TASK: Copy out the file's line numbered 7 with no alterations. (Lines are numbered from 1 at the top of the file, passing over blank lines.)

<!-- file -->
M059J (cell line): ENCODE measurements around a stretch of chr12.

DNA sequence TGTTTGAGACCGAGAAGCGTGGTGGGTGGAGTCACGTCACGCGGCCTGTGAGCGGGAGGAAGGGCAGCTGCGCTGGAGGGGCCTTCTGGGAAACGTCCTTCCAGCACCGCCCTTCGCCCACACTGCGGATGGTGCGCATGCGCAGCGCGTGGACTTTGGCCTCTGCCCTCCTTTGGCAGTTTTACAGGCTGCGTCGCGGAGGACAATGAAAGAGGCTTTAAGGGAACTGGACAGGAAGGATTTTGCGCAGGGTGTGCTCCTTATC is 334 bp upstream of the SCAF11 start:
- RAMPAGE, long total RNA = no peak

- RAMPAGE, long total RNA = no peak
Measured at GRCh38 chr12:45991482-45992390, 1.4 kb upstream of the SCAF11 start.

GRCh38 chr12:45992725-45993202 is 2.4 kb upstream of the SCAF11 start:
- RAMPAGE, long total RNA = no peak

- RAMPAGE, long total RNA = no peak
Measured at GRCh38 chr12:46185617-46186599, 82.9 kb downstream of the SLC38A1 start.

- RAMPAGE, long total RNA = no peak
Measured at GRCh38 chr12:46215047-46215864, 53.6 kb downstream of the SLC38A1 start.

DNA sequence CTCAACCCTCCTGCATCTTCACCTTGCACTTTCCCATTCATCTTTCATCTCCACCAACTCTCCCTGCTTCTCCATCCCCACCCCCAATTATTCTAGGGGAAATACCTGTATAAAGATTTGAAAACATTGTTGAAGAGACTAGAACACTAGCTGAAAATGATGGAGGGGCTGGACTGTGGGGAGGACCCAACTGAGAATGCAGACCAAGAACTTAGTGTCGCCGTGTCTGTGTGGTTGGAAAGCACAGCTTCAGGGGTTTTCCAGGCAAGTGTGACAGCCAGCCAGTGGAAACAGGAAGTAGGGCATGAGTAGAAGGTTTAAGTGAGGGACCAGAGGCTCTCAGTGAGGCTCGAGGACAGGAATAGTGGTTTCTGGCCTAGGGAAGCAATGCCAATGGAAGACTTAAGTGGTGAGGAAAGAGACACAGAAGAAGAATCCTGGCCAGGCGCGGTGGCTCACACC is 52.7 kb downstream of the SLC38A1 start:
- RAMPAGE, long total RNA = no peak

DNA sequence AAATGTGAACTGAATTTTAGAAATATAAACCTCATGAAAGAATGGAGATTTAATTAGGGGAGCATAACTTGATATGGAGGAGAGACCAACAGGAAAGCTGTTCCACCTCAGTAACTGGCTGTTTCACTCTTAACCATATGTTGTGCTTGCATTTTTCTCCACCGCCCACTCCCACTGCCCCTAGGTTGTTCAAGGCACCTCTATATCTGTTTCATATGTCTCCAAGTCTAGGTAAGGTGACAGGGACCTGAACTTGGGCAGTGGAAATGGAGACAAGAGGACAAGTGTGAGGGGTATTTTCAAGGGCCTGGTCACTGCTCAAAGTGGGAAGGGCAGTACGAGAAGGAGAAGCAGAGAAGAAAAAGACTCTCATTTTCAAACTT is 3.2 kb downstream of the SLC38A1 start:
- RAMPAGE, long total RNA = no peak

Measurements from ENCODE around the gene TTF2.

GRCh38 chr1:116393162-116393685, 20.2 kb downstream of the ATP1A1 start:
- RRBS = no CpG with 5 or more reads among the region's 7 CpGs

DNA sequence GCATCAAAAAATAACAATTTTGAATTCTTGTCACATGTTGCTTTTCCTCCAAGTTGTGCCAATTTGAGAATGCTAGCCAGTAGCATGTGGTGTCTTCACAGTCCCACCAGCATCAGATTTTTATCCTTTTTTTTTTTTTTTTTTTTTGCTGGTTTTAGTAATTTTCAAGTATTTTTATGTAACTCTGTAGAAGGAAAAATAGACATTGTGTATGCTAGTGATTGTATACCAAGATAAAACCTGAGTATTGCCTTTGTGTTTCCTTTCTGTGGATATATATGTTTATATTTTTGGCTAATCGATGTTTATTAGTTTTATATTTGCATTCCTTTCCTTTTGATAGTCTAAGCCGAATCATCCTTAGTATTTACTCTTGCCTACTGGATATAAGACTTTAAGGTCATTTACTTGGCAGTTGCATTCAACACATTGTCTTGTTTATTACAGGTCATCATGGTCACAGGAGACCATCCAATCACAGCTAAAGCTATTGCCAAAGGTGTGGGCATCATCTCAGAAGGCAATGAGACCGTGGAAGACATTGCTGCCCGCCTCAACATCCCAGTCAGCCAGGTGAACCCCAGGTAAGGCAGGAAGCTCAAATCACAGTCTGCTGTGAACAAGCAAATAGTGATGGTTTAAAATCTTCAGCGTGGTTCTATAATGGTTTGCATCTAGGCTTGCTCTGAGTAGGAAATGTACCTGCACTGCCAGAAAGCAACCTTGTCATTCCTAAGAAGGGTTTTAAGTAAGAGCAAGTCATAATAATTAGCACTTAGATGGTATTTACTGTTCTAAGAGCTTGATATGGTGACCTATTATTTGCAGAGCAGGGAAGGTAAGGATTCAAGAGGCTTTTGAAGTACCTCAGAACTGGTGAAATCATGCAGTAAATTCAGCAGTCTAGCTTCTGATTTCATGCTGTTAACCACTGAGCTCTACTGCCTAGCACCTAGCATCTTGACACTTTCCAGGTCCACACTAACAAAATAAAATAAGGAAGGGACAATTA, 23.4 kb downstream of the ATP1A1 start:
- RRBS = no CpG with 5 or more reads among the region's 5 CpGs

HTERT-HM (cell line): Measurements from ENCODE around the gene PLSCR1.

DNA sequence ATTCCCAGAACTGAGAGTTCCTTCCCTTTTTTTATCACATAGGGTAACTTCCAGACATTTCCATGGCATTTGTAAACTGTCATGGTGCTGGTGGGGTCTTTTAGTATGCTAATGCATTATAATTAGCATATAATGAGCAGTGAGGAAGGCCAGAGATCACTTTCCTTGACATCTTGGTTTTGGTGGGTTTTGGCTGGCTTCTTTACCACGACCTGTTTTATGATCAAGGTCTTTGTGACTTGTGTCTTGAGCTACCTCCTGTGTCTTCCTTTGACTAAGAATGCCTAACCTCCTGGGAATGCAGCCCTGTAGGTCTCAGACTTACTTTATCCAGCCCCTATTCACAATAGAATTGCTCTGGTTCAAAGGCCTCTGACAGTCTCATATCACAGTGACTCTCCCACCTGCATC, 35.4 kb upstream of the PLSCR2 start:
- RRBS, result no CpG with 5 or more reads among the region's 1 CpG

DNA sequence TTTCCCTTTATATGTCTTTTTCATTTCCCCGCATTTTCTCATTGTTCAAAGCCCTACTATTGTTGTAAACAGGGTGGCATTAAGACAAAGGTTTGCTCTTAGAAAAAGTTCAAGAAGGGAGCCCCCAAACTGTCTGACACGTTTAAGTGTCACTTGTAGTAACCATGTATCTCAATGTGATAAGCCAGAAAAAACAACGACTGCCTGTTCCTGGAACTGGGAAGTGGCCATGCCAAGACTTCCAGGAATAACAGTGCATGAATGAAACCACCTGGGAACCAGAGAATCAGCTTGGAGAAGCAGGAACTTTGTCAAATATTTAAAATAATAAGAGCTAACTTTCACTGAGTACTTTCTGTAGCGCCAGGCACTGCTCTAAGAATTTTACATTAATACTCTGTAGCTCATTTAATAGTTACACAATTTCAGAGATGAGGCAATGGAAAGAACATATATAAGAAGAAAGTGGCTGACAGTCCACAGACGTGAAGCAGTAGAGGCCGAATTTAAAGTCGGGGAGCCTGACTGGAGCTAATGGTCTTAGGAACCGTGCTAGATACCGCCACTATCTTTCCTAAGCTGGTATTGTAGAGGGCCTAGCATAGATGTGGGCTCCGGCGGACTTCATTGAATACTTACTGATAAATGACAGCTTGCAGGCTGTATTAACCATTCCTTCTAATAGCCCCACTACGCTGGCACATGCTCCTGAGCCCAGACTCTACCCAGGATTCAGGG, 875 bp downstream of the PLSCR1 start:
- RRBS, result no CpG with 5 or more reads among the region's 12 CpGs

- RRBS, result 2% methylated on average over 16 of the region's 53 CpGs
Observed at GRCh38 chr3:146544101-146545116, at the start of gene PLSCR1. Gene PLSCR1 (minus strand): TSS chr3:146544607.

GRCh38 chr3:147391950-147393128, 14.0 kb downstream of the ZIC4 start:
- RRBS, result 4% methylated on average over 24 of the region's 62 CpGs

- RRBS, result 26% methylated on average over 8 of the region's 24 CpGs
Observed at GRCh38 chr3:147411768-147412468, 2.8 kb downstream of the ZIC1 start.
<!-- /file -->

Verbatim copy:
- RAMPAGE, long total RNA = no peak